-Casey H.

Saturday, June 27, 2009

The Sentencing of Chante Mallard

On June 27, 2003 former nurse's aid Chante Mallard was sentenced to fifty years in prison for the death of Gregory Biggs. The case for which she had been tried is infamously known as the Windshield Murder. On October 26, 2001, Mallard struck Biggs with her vehicle. The unfortunate victim became lodged in the winshield of her car. Under the influence of alchohol and possibly other substances, Mallard decided not to report the accident and drove home. Mallard then apparently left the poor injured man trapped in her garage where he finally died.

The tale of Gregory Bigg's miserable death quickly circulated among the public, however with many false details and even led to a film in 2007 (Stuck) that is loosely based on the rumors surrounding the case. These tales excentuate the cruelty of Mallard by having Biggs lingering for days in her garage as Mallard coldly alternates between ignoring the man and plotting how to dispose of him. This is known to be false, in that Gregory Biggs was revealed through forensics and testimony to have died within hours of the accident.

Accomplices of Mallard's dumped the corpse of Gregory Biggs in nearby Cobb Park. The park has been the scene of many crimes and has been a dumping ground for murder and rape victims on multiple occasions. Many of the crimes remain unsolved. Luckily in the case of the murder of Gregory Biggs, the people responsible were put on trial and are facing the punishment meted out by the court system.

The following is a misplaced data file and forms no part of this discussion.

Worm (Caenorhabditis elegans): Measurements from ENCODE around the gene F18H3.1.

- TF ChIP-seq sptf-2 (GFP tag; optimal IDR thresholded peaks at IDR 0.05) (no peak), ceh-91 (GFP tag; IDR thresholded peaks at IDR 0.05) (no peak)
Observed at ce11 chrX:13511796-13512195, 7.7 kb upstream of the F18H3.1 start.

Click here to learn more details about the Windshield Murder case and other crimes associated with Cobb Park.

-Tom G

Tuesday, June 23, 2009

The Desecration of a General's Grave

Today marks nine years since it was discovered that someone had desecrated the remains of Civil War General Elisha G. Marshall at Mt. Hope Cemetery in Rochester, NY. The dead man's bones were discovered scattered around his place of interment. His skull wasn't discovered among the littered remains and still has not been recovered all these years later. Was the act a misguided and sick prank or was it part of one of a dark ritual; one of the ones said to take place within the confines of the large cemetery from time to time? Odds are that someone out there knows the truth... and the current whereabouts of the missing skull.